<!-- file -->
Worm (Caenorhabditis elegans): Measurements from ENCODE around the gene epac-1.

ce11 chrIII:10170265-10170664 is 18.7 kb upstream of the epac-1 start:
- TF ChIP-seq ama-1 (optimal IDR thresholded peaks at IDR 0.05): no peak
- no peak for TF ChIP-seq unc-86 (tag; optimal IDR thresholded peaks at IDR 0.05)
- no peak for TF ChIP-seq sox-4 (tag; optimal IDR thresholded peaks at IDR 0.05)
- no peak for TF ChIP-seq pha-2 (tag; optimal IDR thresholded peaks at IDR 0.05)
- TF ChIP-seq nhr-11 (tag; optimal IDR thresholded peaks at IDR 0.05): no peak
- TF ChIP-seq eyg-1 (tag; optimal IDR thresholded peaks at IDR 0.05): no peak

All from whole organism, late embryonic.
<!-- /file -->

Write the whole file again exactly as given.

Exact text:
Worm (Caenorhabditis elegans): Measurements from ENCODE around the gene epac-1.

ce11 chrIII:10170265-10170664 is 18.7 kb upstream of the epac-1 start:
- TF ChIP-seq ama-1 (optimal IDR thresholded peaks at IDR 0.05): no peak
- no peak for TF ChIP-seq unc-86 (tag; optimal IDR thresholded peaks at IDR 0.05)
- no peak for TF ChIP-seq sox-4 (tag; optimal IDR thresholded peaks at IDR 0.05)
- no peak for TF ChIP-seq pha-2 (tag; optimal IDR thresholded peaks at IDR 0.05)
- TF ChIP-seq nhr-11 (tag; optimal IDR thresholded peaks at IDR 0.05): no peak
- TF ChIP-seq eyg-1 (tag; optimal IDR thresholded peaks at IDR 0.05): no peak

All from whole organism, late embryonic.